The clock on climate change is ticking fast, while the irreversible effects of climate change continue to escalate. Referring to Earth’s change in air pressure, clouds, humidity, temperature, and precipitation patterns over time, climate change is negatively influencing our planet. Our Earth faces the consequences of our population’s use of nonrenewable resources, the industrialization of agriculture, manufacturing, and other human actions. Within the past 150 years, carbon dioxide within the atmosphere had increased more than 30 percent from humans burning fossil fuels and agriculture. Furthermore, Americans understand the correlation between their actions and the effects they have on the environment. Studies conducted at Yale University and reported within the American Psychology Association, the largest scientific and professional organization of psychologists to improve society and lives, found that 71 percent of Americans believe that global warming is happening. With a larger percentage of Americans understanding the circumstances of climate change, it is undebatable that actions must be made by the government. Climate change is a growing problem that must be stopped, through the action of implementing environmental policies to regulate human actions.
While well-acknowledged and mentioned within the media, the hot topic of climate change has been a long-debated and well overdue topic set for change. Rooting from many causes, this growing problem is, in turn, influencing the entirety of our planet. The human population withholds the entirety of the blame, being the cause of emissions, pollution, overproduction, and waste. More notably the state of Colorado is facing lasting consequences for our actions. Colorado’s climate has changed, increasing two to three degrees Fahrenheit in the last century. While not presenting itself as significant, the two to three degrees have greatly influenced Colorado as a result of heatwaves. Consequently, as the state rises in degrees the snow has become less prevalent and melts earlier on within the year, resulting in less water flow to the Colorado River. With Colorado originally being a drier state, the lack of water poses a large threat to farmers and increases the risk of further wildfires. While the lasting impacts of climate change are undebatable, the question is whether further policies should be put into action to prevent more irreversible damage, and possibly reverse existing damage. With many scientists’ research and findings on climate change, they have roughly calculated a ten-year time frame to limit the amount of waste and emissions produced in hopes of limiting climate change (Blumsack). Thus, the increasing problem of climate change is influencing Colorado through heatwaves and related effects, bringing up the discussion on whether further regulations should be implemented to discourage further damage.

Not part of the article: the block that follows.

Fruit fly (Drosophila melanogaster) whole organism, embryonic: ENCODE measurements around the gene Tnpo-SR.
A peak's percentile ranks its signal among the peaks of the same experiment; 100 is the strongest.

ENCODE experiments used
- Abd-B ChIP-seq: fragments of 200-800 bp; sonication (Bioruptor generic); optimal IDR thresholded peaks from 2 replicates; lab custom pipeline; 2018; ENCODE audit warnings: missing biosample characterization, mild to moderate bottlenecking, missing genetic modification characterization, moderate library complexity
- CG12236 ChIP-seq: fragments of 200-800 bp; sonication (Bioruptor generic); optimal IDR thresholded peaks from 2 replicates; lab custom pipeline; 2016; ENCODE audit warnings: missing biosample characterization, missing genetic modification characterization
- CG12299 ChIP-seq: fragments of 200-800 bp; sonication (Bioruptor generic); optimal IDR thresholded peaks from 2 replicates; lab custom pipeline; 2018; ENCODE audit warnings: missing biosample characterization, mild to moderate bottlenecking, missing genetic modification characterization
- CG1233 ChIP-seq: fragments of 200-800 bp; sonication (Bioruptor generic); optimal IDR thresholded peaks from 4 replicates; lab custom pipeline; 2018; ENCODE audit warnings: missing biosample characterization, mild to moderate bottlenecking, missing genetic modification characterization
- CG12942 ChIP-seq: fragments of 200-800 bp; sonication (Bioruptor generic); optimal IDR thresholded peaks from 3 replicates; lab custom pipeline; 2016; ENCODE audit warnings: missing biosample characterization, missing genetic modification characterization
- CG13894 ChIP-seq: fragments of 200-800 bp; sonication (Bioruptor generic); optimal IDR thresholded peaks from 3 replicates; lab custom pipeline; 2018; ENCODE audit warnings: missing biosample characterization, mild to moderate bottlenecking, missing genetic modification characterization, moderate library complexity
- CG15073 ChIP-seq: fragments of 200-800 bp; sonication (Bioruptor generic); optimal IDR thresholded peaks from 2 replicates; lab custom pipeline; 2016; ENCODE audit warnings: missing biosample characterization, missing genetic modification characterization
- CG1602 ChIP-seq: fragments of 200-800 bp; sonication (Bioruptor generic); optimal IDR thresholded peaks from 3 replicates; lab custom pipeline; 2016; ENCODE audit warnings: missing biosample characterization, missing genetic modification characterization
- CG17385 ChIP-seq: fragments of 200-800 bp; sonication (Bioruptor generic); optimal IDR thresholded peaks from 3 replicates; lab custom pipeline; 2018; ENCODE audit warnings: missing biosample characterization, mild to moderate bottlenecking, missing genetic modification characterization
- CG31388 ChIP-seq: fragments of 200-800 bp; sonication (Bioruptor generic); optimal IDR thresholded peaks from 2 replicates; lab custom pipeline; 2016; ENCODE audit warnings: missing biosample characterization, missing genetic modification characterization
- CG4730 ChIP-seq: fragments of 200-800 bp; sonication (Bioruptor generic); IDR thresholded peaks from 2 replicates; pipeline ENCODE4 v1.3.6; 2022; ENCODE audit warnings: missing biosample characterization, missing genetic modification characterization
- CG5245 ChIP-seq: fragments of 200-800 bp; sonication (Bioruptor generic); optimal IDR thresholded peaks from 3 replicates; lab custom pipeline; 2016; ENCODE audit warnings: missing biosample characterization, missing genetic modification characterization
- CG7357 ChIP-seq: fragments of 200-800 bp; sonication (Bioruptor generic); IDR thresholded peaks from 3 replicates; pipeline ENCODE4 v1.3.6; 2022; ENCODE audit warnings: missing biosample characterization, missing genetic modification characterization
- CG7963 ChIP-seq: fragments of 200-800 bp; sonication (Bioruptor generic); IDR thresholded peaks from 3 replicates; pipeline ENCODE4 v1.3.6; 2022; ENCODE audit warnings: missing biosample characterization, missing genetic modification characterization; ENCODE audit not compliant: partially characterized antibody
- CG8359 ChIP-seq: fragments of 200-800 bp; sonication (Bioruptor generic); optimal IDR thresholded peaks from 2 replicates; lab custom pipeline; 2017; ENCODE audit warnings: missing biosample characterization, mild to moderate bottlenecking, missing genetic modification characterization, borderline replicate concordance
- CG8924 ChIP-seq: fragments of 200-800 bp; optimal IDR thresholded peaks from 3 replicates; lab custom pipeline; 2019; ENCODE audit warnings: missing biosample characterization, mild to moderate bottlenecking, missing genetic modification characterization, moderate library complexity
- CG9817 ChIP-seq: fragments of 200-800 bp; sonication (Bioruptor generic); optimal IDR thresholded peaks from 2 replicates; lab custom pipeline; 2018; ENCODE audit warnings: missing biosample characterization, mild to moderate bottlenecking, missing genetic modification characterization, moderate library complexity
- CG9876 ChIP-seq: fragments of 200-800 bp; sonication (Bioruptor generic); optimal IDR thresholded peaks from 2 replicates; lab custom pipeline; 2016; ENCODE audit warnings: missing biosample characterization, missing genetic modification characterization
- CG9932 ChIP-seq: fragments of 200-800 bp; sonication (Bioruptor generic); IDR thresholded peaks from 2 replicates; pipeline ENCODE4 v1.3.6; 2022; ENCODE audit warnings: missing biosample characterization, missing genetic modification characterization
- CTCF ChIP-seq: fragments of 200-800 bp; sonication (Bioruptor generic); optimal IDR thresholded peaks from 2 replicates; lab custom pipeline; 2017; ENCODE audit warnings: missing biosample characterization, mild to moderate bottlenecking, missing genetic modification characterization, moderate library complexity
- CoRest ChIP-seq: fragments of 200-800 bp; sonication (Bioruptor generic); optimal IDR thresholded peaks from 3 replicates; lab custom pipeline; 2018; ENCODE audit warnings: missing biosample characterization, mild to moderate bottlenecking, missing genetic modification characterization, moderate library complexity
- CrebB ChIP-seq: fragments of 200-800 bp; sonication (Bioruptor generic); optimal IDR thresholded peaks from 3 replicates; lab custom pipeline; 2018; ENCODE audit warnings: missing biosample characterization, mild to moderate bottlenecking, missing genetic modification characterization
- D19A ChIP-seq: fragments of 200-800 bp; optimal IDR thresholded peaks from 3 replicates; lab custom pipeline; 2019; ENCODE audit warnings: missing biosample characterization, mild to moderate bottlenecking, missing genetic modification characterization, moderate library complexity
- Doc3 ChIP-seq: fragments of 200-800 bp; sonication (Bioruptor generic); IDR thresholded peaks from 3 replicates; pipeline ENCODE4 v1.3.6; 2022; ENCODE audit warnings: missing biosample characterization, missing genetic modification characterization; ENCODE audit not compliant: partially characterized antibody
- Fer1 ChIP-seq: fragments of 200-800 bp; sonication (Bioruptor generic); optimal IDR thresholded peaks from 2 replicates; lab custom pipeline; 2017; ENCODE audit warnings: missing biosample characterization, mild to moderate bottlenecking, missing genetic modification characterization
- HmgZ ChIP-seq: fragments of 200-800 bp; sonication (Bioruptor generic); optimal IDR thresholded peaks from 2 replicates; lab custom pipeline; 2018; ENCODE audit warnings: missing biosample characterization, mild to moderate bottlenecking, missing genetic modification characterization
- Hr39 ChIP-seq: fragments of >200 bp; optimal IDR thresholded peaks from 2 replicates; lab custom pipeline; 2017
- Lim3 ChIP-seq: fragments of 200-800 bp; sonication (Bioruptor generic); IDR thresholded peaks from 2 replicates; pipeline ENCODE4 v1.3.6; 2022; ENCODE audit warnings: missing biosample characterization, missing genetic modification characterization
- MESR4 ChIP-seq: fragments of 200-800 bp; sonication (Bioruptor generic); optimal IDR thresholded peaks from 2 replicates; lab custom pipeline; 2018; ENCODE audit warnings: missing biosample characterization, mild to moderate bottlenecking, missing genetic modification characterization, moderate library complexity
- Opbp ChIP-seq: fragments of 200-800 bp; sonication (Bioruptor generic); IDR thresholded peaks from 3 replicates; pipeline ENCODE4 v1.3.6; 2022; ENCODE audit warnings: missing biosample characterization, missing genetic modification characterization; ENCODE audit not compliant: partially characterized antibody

With the recent focus of climate change and a ten-year time frame to reverse the damages made, it is often believed that action can easily be made; however, it is unrealistic to believe measures can be made to reverse the effects of climate change. Over the history of climate change, businesses and companies have made minimal changes to incorporate renewable energy sources. While there have been some changes with the addition of these energy sources, the change has barely made a dent to slow down the expanding effects of climate change. Furthermore, while there have been proposals for environmentally friendly energy sources there have been many unsuccessful results. Within the article “The Green New Deal's 10-year Timeframe Is Unrealistic Even If A Lot Can Happen In A Few Decades” author Seth Blumsack, a Pennsylvania professor of energy policy and economics, explains various proposals for change that require more time for execution than the time we have to make a change. One policy, in particular, being the Green New Deal, “Two proposals in the Green New Deal, to make buildings highly energy-efficient and to electrify transportation, would require action on the part of hundreds of millions of people. These are also areas where change has generally come much more slowly”. While America has the intentions for change, the proposed solutions are often unrealistic time, money, and manpower wise. Because of the challenges, we are faced with, the time we have to stop climate change is insufficient to make an adequate change. Through prolonging our plans to take action, we have left no time to reverse enough damage in ten years. Therefore, it is concluded that further execution for change is unrealistic because of the impractical time, money, and manpower required to follow through on policies.